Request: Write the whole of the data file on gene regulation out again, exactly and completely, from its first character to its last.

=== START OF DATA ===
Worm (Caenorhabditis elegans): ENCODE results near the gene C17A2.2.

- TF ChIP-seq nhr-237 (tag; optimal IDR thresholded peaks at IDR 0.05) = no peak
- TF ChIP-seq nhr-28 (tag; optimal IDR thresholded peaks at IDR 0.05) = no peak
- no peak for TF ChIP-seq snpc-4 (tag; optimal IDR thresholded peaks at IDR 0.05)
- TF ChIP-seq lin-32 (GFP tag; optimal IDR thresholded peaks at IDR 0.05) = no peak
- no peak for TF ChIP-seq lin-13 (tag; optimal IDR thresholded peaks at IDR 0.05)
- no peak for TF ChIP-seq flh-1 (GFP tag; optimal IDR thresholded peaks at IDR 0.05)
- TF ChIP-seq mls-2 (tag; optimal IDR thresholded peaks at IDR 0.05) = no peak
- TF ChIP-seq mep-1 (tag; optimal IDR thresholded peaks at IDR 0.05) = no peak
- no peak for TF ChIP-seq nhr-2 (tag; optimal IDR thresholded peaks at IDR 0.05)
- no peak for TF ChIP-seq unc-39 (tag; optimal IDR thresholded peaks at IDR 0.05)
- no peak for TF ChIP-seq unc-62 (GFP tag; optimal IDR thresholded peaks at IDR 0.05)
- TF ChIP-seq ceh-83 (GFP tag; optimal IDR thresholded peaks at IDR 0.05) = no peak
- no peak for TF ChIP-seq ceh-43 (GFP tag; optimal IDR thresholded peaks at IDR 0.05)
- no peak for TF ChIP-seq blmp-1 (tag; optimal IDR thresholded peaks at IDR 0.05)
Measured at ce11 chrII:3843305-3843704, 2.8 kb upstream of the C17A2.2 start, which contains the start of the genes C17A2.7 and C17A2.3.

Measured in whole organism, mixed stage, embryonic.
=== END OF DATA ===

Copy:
Worm (Caenorhabditis elegans): ENCODE results near the gene C17A2.2.

- TF ChIP-seq nhr-237 (tag; optimal IDR thresholded peaks at IDR 0.05) = no peak
- TF ChIP-seq nhr-28 (tag; optimal IDR thresholded peaks at IDR 0.05) = no peak
- no peak for TF ChIP-seq snpc-4 (tag; optimal IDR thresholded peaks at IDR 0.05)
- TF ChIP-seq lin-32 (GFP tag; optimal IDR thresholded peaks at IDR 0.05) = no peak
- no peak for TF ChIP-seq lin-13 (tag; optimal IDR thresholded peaks at IDR 0.05)
- no peak for TF ChIP-seq flh-1 (GFP tag; optimal IDR thresholded peaks at IDR 0.05)
- TF ChIP-seq mls-2 (tag; optimal IDR thresholded peaks at IDR 0.05) = no peak
- TF ChIP-seq mep-1 (tag; optimal IDR thresholded peaks at IDR 0.05) = no peak
- no peak for TF ChIP-seq nhr-2 (tag; optimal IDR thresholded peaks at IDR 0.05)
- no peak for TF ChIP-seq unc-39 (tag; optimal IDR thresholded peaks at IDR 0.05)
- no peak for TF ChIP-seq unc-62 (GFP tag; optimal IDR thresholded peaks at IDR 0.05)
- TF ChIP-seq ceh-83 (GFP tag; optimal IDR thresholded peaks at IDR 0.05) = no peak
- no peak for TF ChIP-seq ceh-43 (GFP tag; optimal IDR thresholded peaks at IDR 0.05)
- no peak for TF ChIP-seq blmp-1 (tag; optimal IDR thresholded peaks at IDR 0.05)
Measured at ce11 chrII:3843305-3843704, 2.8 kb upstream of the C17A2.2 start, which contains the start of the genes C17A2.7 and C17A2.3.

Measured in whole organism, mixed stage, embryonic.